Random Access Memories (2015-Ongoing)

Using my personal archive of family photos as a point of departure, Random Access Memories examines the intersection of memory, photography, and technology in an increasingly unstable media environment.

My family has kept a meticulous archive of photos, going back to 1890 (and further, had a fire in 1972 not destroyed a majority of the tintypes). The physical record of my family spans more than 100 years, but stops abruptly in the early 2000s as digital photography became increasingly popular. As I sorted through the photographs I was struck by the realization that most of the people staring back at me, my great-aunts and grandfathers, were complete strangers. Those memories only became real through my mother’s stories, which were imperfect retellings of the stories that had been told to her. Even as I looked into the eyes of my four year old self, I had no recollection of the scenes surrounding her. There was a distance from my own history that I wanted to confront.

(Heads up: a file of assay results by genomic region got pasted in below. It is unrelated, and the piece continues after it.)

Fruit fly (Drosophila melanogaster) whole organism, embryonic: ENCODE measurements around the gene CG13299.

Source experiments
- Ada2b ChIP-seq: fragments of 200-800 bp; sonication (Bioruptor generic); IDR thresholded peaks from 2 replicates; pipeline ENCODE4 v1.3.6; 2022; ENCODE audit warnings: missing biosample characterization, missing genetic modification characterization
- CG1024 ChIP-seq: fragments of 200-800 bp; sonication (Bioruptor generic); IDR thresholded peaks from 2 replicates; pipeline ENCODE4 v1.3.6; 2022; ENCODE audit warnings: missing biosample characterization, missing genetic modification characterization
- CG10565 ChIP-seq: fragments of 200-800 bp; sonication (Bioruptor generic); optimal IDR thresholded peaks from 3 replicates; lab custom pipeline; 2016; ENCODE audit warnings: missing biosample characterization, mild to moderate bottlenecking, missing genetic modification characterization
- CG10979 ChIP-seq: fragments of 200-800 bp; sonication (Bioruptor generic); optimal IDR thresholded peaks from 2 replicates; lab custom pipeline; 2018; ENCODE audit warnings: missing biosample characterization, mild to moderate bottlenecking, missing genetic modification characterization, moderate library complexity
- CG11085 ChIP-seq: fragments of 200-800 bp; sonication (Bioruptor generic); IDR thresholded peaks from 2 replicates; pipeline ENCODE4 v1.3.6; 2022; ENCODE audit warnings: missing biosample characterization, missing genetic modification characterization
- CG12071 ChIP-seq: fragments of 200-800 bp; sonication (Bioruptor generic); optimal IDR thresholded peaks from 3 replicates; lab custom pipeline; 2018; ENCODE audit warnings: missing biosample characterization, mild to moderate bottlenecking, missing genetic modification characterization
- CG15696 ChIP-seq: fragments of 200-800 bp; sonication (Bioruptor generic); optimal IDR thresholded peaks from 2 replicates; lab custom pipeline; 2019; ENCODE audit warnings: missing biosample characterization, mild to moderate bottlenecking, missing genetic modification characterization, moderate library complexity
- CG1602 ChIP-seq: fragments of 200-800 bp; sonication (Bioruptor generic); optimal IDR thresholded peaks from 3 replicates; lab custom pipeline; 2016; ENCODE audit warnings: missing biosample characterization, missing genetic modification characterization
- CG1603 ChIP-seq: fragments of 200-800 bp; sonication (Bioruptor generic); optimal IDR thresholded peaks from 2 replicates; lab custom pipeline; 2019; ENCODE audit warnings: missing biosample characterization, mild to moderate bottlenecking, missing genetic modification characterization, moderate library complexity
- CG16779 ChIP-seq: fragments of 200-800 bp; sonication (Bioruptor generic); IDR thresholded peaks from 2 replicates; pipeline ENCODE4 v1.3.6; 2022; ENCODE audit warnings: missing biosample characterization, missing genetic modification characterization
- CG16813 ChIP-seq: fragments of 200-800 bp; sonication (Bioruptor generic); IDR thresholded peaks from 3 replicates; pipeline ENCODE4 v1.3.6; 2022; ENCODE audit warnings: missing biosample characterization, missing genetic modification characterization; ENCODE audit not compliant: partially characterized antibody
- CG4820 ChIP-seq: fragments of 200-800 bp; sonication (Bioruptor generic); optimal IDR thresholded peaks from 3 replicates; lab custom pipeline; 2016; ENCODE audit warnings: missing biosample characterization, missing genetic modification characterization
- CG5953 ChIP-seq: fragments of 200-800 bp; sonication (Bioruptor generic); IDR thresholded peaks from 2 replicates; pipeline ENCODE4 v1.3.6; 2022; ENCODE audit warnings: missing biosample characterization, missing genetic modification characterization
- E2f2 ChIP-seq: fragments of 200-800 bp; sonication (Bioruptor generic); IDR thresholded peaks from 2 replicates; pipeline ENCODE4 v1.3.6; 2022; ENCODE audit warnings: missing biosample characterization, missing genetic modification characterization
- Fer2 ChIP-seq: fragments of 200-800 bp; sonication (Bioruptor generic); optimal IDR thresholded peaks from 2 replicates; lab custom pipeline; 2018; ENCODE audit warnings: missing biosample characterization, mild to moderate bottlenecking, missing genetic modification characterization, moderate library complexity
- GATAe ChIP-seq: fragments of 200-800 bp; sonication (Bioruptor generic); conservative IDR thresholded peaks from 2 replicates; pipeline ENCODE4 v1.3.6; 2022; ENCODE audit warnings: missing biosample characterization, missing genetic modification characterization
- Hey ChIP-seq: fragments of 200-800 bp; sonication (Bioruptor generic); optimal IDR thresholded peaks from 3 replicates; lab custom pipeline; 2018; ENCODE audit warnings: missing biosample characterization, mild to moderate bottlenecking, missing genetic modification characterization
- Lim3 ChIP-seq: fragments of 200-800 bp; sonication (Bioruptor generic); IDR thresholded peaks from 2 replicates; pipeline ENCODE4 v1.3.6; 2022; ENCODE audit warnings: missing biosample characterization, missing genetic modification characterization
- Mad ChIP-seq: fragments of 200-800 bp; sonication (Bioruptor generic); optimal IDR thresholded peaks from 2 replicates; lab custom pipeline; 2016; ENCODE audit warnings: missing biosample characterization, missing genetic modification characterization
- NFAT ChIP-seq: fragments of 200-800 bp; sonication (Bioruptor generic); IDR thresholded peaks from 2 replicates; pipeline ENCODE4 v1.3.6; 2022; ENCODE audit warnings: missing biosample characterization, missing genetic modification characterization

Photographs have never been perfect translations of moments. The first iterations were sketchy, inscribed by light and revealed through a chemical process so they might resemble, as closely as possible, what was photographed. To be understood by human eyes, digital photographs require an additional layer of translation, resulting in two images: the one that is legible to the machine (a series of numbers, letters, and symbols) and the translated image that more closely mimics their analogue counterparts. These added layers make digital photography the most fragile iteration of the medium, and most similar to our own imperfect process of making and keeping memories.


My interest with this body of work rests on the malleability of our memories and the fragile methods by which we keep them. To explore this, I digitized my family’s archive, but disrupt the translation of those memories by meticulously editing the code and breaking down the structure of the digital file until it becomes incoherent to both machine and human eyes. The disruptions range from subtle to extreme, becoming more volatile with each retelling and translation of the file.